Pastor's Sermons

Sermon for Christ the King ~ November 23, 2014

 

Matthew 25:31-46

Once upon a time an entire group of birds had forgotten how to fly.  They walked everywhere, generation after generation. They complained about sore feet and how long it took to go anywhere.  Finally, someone made a suggestion that they get an expert in for a week-long conference on flying.  Arrangements were made at a beautiful hotel on a mountaintop.  The expert arrived and they all joined in singing such lovely songs as “We can fly, we can fly.” 

 

They sat and were instructed by the expert to flap their wings.  At the end of the conference they were led to the terrace and encouraged by the expert as he jumped of and flew around and around.  First the bravest one followed and then soon they all took the leap of faith.  For an hour they rode the thermals and glided through the air.  Some even sang with delight the songs they had learned. 

 

Finally, one by one they landed on the terrace and took their seats for the closing ceremony.  Awards were handed out and praise was heaped on the expert. After he left, all the birds then walked home. 

 

I wonder why they didn’t fly.  Maybe the expert should have stayed around. It`s just a story.  But somehow it’s a mirror.  Are like the birds?

 

Jesus tells a story today and it too is like a mirror. Maybe we see ourselves there.  Are we goats? Sheep?

 

A story of stories…

 

Theatres are full of disaster movies.  For the last few years, zombies have been featured, but also dramas about epidemics, climate change and exhausted resources.  They carry themes of greed, violence, and how we treat each other.  And again mirrors are held up to us.  Like legends and myths from any culture, stories are passed down to try and explain how life works and what will happen at the end of it all.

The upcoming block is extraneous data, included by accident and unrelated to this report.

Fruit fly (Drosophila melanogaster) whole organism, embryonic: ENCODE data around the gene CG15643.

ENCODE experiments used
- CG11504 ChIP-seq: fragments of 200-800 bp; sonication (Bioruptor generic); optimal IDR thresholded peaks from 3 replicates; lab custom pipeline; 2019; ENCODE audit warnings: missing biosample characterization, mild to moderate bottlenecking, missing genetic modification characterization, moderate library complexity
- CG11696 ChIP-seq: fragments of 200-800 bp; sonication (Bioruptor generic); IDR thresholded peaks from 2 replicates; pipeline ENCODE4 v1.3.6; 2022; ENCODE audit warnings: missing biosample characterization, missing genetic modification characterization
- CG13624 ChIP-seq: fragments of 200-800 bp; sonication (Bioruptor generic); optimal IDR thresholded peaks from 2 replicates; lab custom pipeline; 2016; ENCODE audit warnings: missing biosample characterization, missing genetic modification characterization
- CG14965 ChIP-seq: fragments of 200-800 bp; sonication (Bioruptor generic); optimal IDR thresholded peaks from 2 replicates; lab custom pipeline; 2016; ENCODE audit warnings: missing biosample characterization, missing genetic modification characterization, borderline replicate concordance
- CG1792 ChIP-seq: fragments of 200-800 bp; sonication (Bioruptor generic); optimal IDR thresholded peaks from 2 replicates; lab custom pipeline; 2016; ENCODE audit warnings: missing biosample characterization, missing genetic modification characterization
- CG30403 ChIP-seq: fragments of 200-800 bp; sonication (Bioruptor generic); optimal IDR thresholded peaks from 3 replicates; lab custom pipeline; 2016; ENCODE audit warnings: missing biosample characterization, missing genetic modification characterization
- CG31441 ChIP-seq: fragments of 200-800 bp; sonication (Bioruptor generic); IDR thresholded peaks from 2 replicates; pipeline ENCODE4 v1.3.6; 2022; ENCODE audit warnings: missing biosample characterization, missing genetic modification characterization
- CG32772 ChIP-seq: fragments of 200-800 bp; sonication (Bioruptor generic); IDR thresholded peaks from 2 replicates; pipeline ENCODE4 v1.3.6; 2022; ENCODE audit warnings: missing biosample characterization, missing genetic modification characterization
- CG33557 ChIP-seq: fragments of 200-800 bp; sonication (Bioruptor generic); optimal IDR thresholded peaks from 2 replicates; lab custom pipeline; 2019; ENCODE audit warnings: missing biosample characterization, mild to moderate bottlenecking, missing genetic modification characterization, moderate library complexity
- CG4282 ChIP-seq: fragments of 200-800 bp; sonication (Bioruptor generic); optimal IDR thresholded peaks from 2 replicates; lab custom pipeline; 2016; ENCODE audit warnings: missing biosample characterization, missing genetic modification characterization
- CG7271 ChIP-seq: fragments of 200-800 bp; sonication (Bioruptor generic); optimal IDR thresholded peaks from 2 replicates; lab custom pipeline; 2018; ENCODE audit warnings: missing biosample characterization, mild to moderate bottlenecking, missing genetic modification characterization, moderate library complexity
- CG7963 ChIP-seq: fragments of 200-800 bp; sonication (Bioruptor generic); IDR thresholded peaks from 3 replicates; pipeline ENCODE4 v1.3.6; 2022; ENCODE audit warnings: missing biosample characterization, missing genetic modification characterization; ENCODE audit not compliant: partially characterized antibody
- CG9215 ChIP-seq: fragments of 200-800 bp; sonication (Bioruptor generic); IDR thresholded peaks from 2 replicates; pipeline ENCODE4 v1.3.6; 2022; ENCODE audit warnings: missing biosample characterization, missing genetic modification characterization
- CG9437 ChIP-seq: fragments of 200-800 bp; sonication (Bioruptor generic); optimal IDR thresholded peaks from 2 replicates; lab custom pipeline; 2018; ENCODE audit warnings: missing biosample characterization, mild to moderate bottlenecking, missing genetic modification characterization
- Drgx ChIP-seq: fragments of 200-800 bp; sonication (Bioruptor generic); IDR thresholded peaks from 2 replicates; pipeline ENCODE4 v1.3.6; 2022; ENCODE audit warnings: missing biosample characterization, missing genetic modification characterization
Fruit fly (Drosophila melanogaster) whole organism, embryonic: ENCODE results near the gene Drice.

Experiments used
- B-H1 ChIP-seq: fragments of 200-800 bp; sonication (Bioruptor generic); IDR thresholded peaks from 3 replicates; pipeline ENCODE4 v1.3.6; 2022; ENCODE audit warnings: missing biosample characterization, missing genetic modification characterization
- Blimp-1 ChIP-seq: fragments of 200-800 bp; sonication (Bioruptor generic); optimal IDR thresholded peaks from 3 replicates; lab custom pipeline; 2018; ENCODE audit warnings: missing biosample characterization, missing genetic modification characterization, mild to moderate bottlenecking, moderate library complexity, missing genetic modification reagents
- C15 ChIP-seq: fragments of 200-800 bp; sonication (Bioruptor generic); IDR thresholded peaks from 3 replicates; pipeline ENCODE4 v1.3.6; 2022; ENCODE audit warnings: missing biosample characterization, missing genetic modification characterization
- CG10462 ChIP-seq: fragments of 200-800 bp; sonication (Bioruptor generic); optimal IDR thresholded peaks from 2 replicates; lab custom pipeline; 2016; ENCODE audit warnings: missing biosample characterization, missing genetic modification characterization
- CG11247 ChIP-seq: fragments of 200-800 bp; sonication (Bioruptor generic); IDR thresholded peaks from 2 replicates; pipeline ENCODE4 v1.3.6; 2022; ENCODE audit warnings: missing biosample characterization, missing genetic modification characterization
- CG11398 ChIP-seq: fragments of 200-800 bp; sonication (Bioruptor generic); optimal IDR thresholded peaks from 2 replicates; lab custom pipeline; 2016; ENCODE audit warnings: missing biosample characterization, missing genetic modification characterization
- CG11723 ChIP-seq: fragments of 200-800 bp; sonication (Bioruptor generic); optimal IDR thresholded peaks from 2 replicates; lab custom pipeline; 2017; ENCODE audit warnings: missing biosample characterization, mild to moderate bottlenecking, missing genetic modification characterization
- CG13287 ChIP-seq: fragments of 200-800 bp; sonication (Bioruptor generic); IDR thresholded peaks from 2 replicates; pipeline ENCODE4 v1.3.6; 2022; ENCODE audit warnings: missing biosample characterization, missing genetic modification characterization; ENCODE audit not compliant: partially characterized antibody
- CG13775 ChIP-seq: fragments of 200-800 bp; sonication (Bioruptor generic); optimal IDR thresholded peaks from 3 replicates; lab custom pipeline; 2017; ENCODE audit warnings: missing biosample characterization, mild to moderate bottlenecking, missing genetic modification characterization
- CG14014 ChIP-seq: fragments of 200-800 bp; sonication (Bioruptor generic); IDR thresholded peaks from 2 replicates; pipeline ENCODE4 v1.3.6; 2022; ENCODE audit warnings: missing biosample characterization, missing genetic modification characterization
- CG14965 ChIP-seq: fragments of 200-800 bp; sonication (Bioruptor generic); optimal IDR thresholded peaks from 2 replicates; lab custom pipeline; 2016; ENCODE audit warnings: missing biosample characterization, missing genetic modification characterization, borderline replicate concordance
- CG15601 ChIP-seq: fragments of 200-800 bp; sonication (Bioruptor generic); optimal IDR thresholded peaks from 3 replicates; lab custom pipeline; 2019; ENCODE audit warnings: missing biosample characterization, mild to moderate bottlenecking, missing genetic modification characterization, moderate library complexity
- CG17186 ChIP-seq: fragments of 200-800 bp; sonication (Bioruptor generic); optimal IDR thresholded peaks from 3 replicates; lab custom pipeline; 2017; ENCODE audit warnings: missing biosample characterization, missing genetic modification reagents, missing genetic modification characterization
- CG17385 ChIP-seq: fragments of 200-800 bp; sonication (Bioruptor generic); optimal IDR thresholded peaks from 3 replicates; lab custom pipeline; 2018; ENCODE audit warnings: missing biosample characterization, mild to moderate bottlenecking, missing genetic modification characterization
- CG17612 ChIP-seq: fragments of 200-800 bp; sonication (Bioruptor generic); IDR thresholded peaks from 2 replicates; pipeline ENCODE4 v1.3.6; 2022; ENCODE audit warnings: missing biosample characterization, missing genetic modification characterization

The Bible speaks of the beginning and the end.  The story of the flood tells us that God almost destroyed everything once before because there was so much evil in the world.  Noah made the difference because he trusted God - but even he had room for improvement.  Prophets like Amos, Isaiah, Joel, Zephaniah, Malachi, Jeremiah, Obadiah, Daniel and St. Paul hold up the Day of the Lord, the final judgment, the end of all things.  And as we have heard: Jesus had his own story.

 

Before and after the time of Jesus a kind of writing was given birth called: Apocalyptic literature.  Many stories were created and attached to famous names: the Apocalypse of Abraham, of Adam, of Elijah, of Moses, of James, of Peter and so on.  We are most familiar with the Book of Revelation.   These accounts were mysterious, with hidden messages, often grim and grisly, matching the terror of zombies in today’s movies.  They were reflections of a world gone wrong, the wicked in control, the poor suffering and God who finally unleashes built up fury.

 

Jesus tells his story – mild by comparison to some that I have mentioned, but still a story of good and bad, wicked and blessed, and God’s punishment.  It’s enough to make us shiver.

 

Not “who are the goats?” but, “will there even be any sheep?”

 

It is very easy to ask the question, “I wonder who the goats are?”  We can quickly brainstorm the monsters of history: empires of disaster, dictators, mass murderers, leaders of genocide, authors of violence and heartache and grief:  the Goats.